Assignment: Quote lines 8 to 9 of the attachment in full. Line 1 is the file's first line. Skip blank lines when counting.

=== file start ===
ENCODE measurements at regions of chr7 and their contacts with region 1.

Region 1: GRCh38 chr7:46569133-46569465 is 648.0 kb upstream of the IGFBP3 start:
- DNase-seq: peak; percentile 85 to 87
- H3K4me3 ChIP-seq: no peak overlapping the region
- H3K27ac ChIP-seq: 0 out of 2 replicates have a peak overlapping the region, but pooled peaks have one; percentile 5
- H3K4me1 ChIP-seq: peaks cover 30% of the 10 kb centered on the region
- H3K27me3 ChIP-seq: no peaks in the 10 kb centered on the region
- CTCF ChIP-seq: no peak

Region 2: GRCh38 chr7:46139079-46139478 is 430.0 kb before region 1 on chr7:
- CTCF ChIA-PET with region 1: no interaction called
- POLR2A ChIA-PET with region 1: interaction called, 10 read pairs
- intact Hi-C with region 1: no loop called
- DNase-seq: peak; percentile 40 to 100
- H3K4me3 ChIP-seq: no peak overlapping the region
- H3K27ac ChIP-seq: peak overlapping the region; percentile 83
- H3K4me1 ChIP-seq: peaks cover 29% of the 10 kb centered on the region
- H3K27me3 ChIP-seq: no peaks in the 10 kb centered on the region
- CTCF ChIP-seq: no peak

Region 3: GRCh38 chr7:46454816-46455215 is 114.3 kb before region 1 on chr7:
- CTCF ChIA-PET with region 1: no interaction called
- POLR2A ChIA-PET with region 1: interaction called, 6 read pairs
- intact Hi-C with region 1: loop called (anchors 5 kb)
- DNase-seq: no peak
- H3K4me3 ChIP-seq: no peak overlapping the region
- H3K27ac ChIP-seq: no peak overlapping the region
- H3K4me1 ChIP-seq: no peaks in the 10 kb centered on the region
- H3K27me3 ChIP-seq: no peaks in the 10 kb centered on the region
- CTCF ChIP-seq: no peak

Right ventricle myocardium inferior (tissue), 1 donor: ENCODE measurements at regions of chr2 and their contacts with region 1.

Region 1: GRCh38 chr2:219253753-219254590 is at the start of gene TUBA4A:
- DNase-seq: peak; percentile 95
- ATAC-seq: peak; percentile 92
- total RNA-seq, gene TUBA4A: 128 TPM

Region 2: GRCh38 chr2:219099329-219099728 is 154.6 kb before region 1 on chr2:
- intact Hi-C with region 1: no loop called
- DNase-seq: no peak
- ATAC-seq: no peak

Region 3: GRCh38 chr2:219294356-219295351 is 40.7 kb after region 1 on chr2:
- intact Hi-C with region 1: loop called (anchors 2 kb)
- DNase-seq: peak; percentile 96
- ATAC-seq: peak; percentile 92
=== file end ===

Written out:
- CTCF ChIP-seq: no peak

Region 2: GRCh38 chr7:46139079-46139478 is 430.0 kb before region 1 on chr7: